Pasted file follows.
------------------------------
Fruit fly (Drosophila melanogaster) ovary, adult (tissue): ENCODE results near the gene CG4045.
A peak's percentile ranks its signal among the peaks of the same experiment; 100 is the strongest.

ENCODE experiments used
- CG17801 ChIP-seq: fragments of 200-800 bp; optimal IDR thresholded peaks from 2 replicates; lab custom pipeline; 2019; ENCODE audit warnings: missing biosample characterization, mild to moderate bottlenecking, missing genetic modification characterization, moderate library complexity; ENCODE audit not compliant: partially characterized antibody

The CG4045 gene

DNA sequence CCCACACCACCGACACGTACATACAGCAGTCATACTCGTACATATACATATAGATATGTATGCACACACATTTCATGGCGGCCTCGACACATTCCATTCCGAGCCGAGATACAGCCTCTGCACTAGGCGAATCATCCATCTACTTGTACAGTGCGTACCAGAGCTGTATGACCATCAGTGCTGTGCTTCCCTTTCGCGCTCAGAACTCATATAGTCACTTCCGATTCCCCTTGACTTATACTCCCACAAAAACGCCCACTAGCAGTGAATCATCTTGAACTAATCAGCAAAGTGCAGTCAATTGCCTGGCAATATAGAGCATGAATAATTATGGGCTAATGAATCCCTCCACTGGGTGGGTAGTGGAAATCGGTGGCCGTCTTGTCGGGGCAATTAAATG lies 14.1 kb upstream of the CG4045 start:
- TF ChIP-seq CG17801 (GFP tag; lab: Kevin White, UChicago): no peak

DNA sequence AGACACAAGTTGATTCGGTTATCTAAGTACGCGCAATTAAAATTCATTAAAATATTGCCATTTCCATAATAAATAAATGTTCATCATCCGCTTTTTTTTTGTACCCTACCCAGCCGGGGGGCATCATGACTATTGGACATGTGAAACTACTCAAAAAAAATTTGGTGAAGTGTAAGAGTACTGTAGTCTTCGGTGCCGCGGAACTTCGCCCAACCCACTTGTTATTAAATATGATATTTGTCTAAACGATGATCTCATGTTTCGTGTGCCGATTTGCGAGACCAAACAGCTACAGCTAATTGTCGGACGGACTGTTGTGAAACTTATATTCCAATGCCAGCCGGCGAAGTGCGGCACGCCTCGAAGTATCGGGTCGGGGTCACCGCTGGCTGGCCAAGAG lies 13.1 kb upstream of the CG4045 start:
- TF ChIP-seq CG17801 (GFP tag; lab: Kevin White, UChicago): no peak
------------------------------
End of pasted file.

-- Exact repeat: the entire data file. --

Fruit fly (Drosophila melanogaster) ovary, adult (tissue): ENCODE results near the gene CG4045.
A peak's percentile ranks its signal among the peaks of the same experiment; 100 is the strongest.

ENCODE experiments used
- CG17801 ChIP-seq: fragments of 200-800 bp; optimal IDR thresholded peaks from 2 replicates; lab custom pipeline; 2019; ENCODE audit warnings: missing biosample characterization, mild to moderate bottlenecking, missing genetic modification characterization, moderate library complexity; ENCODE audit not compliant: partially characterized antibody

The CG4045 gene

DNA sequence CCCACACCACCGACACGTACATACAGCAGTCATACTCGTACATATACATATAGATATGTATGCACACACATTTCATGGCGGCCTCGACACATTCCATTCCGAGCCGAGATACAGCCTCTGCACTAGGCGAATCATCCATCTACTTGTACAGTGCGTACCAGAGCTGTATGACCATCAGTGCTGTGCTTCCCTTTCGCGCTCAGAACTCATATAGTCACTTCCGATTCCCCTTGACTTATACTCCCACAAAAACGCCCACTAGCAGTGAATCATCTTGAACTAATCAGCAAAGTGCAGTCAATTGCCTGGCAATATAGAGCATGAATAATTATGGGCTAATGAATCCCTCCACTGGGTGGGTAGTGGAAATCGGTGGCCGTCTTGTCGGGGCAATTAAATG lies 14.1 kb upstream of the CG4045 start:
- TF ChIP-seq CG17801 (GFP tag; lab: Kevin White, UChicago): no peak

DNA sequence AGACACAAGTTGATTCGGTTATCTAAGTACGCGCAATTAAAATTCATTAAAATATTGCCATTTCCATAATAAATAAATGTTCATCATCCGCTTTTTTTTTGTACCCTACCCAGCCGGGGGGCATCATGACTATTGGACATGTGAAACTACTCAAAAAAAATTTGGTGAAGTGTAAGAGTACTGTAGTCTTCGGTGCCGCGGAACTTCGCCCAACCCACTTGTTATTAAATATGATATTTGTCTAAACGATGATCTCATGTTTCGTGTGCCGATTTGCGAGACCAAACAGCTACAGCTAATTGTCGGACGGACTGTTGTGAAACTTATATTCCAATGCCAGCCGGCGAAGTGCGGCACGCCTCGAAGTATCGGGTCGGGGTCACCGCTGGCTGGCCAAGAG lies 13.1 kb upstream of the CG4045 start:
- TF ChIP-seq CG17801 (GFP tag; lab: Kevin White, UChicago): no peak